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The social media mogul has been charged with a conspiracy that wrested $2 million from lone Americans

The social media mogul has been charged with a conspiracy that wrested $2 million from lone Americans

A woman who, according to federal prosecutors, rose to fame as a social media influencer with 4.2million Instagram followers around the world has been extradited to the United States, where she is accused of murdering lonely Americans in an elaborate international love affair for more than Cheated $2 million.

Fake love affairs have been identified by the US Federal Trade Commission as one of the most serious forms of online fraud, costing in some years more than $1.3 billion, more than any other FTC fraud category. In such cases, famous opening advertisements often feature photos of beautiful women and men with captions such as: “We have never met, but let’s talk about marriage.”

“Love scams — particularly those targeting older individuals — are a matter of great concern,” FBI Assistant Director Michael J. Driscoll said Monday. “We claimed today that Mona Faiz Montagege was involved in multiple love scams – often against elderly victims – which resulted in more than $2 million in fraudulent funds being under her control.”

Montrage, 30, is a Ghanaian social media influencer whose “Hajia4Reall” profile is among the top 10 most visited profiles in her native Ghana, according to a federal indictment released this week. She was arrested on US charges and extradited to UK. Posts on the Instagram account identified by federal prosecutors show a young woman in attractive clothing posing in front of high-priced cars.

In the US indictment, she faces one count of conspiracy to commit bank fraud, one count of bank fraud, one count of conspiracy to commit money laundering, and one count of money laundering, each of which carries a maximum sentence of 20 years in prison. Montrage, who hails from the Ghanaian capital Accra, also faces one count of receiving stolen money, which carries a maximum sentence of 10 years in prison, and one count of conspiring to obtain stolen money, which carries a maximum sentence of 10 years is punishable by five years in prison.

“From at least about 2013 to about 2019, Montrage was a member of a criminal enterprise (the “Enterprise”) based in West Africa that committed a variety of frauds against individuals and businesses in the United States, including love scams,” prosecutors said in a statement on Monday.

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The victims were elderly, vulnerable and looking for love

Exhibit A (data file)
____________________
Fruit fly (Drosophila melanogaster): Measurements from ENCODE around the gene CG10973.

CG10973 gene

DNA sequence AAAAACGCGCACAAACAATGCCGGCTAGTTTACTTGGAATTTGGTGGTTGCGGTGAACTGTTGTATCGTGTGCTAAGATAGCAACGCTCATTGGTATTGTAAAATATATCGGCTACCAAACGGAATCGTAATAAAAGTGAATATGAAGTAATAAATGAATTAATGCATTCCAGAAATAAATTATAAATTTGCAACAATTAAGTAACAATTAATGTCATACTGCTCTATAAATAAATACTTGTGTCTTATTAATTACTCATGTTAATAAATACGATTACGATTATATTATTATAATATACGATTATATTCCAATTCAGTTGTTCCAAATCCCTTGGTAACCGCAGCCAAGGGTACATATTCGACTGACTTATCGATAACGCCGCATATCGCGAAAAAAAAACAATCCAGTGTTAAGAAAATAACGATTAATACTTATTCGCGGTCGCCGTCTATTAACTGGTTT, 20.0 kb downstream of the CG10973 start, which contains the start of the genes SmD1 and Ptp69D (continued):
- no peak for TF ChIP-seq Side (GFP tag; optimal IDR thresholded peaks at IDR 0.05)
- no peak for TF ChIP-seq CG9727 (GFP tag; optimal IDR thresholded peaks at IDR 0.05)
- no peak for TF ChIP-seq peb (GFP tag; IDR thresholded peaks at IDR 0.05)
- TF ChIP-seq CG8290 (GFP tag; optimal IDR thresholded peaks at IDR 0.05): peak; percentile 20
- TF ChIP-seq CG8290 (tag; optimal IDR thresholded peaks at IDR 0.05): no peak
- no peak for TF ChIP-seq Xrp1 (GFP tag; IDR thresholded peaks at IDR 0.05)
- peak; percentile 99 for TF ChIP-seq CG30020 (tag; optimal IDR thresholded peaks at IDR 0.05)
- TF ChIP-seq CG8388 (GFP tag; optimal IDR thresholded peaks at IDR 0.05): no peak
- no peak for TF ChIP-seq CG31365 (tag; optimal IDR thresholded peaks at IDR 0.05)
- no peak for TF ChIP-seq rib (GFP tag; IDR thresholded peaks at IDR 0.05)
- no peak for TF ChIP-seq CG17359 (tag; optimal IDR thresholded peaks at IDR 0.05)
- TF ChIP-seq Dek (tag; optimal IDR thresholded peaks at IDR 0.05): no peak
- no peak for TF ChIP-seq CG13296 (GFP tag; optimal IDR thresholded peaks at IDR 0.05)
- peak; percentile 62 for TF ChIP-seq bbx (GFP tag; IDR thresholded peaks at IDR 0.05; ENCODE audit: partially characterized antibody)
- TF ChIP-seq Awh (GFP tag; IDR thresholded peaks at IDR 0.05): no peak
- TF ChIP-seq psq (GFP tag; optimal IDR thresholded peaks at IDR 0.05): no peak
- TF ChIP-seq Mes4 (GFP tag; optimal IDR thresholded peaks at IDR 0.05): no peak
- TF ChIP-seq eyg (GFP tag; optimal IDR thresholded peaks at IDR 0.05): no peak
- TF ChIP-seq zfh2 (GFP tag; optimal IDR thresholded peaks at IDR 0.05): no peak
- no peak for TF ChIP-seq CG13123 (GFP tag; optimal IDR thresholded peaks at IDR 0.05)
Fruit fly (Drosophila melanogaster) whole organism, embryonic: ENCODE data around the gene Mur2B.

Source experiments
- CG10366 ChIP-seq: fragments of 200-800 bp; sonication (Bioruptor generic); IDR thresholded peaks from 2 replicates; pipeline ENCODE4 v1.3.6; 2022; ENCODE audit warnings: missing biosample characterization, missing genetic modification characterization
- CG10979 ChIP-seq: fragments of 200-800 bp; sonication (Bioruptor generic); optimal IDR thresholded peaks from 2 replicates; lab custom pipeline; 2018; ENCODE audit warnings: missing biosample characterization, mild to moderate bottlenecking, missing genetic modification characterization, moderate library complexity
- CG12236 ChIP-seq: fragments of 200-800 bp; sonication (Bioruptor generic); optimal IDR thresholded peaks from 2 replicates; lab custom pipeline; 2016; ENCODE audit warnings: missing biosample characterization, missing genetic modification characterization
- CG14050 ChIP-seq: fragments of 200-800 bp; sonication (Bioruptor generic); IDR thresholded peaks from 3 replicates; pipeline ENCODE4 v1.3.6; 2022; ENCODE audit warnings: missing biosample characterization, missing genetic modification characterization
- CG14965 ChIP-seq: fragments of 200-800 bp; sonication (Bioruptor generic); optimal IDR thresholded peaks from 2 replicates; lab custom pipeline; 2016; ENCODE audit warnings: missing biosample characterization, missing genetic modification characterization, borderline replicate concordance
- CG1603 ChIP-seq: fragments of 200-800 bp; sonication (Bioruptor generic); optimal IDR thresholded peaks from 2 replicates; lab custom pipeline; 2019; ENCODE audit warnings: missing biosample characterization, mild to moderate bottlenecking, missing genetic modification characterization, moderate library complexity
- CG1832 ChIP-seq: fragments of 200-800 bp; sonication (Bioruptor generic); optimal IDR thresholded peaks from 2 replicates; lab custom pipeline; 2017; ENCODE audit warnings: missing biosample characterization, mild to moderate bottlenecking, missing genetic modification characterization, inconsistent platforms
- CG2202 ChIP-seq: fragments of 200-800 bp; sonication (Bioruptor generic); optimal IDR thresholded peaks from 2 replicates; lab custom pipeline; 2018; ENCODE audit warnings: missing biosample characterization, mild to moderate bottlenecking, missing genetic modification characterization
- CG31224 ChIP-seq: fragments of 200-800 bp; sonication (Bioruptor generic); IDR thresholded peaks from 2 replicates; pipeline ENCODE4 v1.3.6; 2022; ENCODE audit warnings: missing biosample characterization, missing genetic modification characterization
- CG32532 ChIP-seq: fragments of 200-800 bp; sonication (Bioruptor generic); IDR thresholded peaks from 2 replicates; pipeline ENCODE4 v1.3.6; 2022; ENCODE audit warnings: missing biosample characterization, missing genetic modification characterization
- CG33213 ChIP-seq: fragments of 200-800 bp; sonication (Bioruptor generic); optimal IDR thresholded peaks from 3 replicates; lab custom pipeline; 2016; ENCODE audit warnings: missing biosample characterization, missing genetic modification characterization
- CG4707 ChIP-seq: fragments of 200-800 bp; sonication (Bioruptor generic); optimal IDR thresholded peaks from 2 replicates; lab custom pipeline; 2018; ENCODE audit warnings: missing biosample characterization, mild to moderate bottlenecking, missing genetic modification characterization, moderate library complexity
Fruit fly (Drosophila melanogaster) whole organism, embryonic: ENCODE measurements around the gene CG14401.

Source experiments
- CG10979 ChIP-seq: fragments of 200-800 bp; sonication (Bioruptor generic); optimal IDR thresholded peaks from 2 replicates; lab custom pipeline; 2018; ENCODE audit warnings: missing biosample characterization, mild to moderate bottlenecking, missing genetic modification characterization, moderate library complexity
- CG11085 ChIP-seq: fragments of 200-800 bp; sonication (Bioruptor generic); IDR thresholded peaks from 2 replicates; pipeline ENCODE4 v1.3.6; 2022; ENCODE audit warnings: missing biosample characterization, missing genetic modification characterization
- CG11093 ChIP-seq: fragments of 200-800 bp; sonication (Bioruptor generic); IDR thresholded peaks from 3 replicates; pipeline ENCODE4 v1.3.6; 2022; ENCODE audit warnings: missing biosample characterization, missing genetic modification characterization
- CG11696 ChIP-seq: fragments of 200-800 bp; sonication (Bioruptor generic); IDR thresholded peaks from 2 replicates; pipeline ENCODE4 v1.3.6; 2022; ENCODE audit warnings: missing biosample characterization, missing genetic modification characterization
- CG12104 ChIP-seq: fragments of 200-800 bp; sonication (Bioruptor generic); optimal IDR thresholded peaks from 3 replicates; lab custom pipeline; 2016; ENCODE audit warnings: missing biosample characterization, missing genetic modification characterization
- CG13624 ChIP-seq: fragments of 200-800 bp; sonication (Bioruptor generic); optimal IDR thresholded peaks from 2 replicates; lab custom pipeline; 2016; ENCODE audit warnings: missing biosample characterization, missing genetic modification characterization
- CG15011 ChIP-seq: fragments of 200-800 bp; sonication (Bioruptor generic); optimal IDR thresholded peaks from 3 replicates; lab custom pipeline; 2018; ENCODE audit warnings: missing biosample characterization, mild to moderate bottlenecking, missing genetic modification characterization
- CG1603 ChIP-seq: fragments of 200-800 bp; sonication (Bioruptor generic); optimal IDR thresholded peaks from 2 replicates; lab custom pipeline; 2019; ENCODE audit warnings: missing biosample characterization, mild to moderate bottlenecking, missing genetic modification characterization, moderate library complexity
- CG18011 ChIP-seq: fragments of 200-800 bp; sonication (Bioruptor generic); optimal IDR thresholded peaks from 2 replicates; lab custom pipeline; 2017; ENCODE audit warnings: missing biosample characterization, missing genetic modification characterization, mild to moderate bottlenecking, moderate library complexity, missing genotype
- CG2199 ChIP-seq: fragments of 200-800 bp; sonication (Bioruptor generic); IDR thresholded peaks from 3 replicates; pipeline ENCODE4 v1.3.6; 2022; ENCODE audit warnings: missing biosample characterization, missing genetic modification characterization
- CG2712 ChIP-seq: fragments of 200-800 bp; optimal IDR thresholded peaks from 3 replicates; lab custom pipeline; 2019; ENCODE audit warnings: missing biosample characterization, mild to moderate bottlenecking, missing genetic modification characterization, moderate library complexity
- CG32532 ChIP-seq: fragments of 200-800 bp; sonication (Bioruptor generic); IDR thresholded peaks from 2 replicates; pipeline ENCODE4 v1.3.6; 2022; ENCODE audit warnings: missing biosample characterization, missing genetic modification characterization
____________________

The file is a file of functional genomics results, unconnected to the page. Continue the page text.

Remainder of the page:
“Many of the victims of the Enterprise love scam were vulnerable, elderly men and women who lived alone. The Enterprise often carried out the love scams by sending victims emails, text messages, and social media messages that tricked the victims into believing they were in romance “relationships” with a false identity, court filings say.

After members of the Enterprise managed to convince the victims that they were in a romantic relationship and gained their trust, they used false pretenses to convince the victims to transfer money to bank accounts controlled by members of the Enterprise were, according to the public prosecutor.

According to prosecutors, romance plans weren’t the only tricks used in the plan.

False subterfuges used to lure victims into sending money to Montrage included paying for gold to be shipped overseas to the United States; Payments to solve a falsified FBI unemployment report; and payments to help a fake US Army officer obtain funds from Afghanistan, the federal indictment says.

“As alleged, Mona Faiz Montrage was a member of a criminal conspiracy specifically targeting older Americans through love scams,” Manhattan U.S. Attorney Damian Williams said in a statement. “These scams can be both financially and emotionally devastating to vulnerable victims.”

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One victim received a marriage certificate

Prosecutors say Montrage went to great lengths to convince one of the victims that the two were married.

According to the indictment, Montrage sent the victim a tribal marriage certificate stating that she and the victim were married in Ghana. “The victim sent Montrage approximately 82 remittances totaling approximately $89,000, allegedly to cover expenses related to Montrage’s father’s farm in Ghana,” prosecutors said in a statement.

Montrage pleaded not guilty at a court date Monday and was set to be released in the coming days on $500,000 bail and GPS tracking via an ankle monitor at her aunt’s New Jersey home, her attorney and the family said Prosecutor’s Office in the New York by mail.

“At this point, all we know is that there are six alleged victims and only two were involved with a woman and only one of them claims he was involved with Ms. Montrage,” her attorney, Adam Cortez, told The Post.

In some cases, social media influencers pose particular problems

Maysan Alobaid, a former research fellow at the University of Pennsylvania’s Carey Law School, said money laundering “has become a bigger threat in the age of influencer culture.” According to Alobaid, there is looser control of influencers, making transactions easier and making investigations more difficult for authorities.

Montrage, who currently has 4.2 million followers on her Instagram profile, has been active on her social media accounts since her arrest in the UK on November 10, 2022.

On her TikTok and Instagram, she posts several times a month, participating in social media trends and sharing her lavish lifestyle.

In a video earlier this month, Montrage can be seen trying on luxury goods with friends at a Dior cosmetics show. Other posts also show how Montrage promotes products and collaborates with other influencers.

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